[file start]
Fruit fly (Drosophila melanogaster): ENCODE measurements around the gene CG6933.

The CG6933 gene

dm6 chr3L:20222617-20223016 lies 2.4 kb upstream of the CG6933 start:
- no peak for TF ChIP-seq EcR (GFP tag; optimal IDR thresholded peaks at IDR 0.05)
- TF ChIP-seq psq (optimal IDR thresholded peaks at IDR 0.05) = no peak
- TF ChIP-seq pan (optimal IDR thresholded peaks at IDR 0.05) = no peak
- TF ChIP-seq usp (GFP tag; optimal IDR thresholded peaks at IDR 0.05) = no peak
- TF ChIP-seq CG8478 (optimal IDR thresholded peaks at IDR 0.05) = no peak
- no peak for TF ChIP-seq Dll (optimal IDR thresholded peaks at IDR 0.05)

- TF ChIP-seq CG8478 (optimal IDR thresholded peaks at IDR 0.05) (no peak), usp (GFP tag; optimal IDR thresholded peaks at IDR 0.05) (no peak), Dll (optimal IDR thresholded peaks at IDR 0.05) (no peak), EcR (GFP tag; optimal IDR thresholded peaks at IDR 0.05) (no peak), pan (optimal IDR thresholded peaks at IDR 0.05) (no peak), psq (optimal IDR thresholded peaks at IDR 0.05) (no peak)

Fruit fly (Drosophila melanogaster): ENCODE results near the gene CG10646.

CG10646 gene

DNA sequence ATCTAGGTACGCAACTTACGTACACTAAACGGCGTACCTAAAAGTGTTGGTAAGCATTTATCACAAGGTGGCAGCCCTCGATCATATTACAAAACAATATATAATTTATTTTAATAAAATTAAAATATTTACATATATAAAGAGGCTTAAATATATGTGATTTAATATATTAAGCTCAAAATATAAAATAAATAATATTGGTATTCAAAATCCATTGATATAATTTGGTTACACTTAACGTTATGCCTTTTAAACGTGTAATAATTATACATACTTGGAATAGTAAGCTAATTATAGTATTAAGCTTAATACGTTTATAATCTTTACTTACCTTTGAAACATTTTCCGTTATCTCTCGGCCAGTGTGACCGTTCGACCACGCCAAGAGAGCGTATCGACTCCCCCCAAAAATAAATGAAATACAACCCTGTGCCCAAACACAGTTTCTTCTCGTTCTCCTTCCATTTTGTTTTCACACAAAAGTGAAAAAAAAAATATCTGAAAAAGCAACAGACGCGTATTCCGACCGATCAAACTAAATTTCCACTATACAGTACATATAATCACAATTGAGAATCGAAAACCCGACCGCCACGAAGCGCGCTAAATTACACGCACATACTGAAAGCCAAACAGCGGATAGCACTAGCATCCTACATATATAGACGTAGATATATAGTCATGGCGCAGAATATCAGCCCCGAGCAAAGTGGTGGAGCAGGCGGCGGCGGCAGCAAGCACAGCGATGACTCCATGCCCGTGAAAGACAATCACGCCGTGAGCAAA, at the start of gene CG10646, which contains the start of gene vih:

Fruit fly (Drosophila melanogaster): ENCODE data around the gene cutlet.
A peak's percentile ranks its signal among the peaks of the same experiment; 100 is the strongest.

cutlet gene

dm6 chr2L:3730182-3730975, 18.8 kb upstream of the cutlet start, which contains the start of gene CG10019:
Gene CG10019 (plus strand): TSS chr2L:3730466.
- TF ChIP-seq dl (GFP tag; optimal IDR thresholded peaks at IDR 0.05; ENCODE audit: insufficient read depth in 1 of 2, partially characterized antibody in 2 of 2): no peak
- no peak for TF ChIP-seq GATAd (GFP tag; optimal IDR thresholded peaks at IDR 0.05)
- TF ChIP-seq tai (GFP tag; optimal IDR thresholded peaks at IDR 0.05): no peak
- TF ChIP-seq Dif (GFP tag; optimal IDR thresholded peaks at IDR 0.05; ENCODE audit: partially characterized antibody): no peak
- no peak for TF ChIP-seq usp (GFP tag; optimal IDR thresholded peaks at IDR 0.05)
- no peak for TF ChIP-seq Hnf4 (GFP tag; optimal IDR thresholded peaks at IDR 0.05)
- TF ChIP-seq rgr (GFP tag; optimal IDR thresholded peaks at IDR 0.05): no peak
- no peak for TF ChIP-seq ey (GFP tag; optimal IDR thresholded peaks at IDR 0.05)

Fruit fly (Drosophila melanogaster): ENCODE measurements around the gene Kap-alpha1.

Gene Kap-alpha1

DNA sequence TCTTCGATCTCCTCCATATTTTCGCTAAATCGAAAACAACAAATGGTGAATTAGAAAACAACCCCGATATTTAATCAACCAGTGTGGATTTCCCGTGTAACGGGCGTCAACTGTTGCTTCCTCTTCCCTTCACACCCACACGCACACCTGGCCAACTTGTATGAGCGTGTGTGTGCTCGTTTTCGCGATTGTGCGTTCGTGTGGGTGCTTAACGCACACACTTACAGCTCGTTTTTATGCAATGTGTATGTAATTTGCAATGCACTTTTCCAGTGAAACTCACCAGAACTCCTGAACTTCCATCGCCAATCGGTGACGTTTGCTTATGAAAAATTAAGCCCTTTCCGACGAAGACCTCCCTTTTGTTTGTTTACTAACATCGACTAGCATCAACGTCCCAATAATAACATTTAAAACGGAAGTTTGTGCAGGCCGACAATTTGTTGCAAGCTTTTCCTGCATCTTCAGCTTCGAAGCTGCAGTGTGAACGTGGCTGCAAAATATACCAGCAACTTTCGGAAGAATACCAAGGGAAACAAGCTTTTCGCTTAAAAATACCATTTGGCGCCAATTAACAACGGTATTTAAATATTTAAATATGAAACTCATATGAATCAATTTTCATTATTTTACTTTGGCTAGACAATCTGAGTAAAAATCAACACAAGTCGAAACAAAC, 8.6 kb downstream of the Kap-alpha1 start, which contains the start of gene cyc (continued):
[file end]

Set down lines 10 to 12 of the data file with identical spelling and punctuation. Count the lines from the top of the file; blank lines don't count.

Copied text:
- TF ChIP-seq CG8478 (optimal IDR thresholded peaks at IDR 0.05) (no peak), usp (GFP tag; optimal IDR thresholded peaks at IDR 0.05) (no peak), Dll (optimal IDR thresholded peaks at IDR 0.05) (no peak), EcR (GFP tag; optimal IDR thresholded peaks at IDR 0.05) (no peak), pan (optimal IDR thresholded peaks at IDR 0.05) (no peak), psq (optimal IDR thresholded peaks at IDR 0.05) (no peak)

Fruit fly (Drosophila melanogaster): ENCODE results near the gene CG10646.

CG10646 gene